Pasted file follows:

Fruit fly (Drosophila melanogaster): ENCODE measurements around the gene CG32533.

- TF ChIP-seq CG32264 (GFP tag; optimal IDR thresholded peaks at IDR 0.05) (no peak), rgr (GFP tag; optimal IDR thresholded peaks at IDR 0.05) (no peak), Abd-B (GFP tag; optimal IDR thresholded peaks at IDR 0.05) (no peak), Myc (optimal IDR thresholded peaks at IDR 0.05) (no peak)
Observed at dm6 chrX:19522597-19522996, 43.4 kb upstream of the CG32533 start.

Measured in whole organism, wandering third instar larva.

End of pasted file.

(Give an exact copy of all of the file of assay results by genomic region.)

Fruit fly (Drosophila melanogaster): ENCODE measurements around the gene CG32533.

- TF ChIP-seq CG32264 (GFP tag; optimal IDR thresholded peaks at IDR 0.05) (no peak), rgr (GFP tag; optimal IDR thresholded peaks at IDR 0.05) (no peak), Abd-B (GFP tag; optimal IDR thresholded peaks at IDR 0.05) (no peak), Myc (optimal IDR thresholded peaks at IDR 0.05) (no peak)
Observed at dm6 chrX:19522597-19522996, 43.4 kb upstream of the CG32533 start.

Measured in whole organism, wandering third instar larva.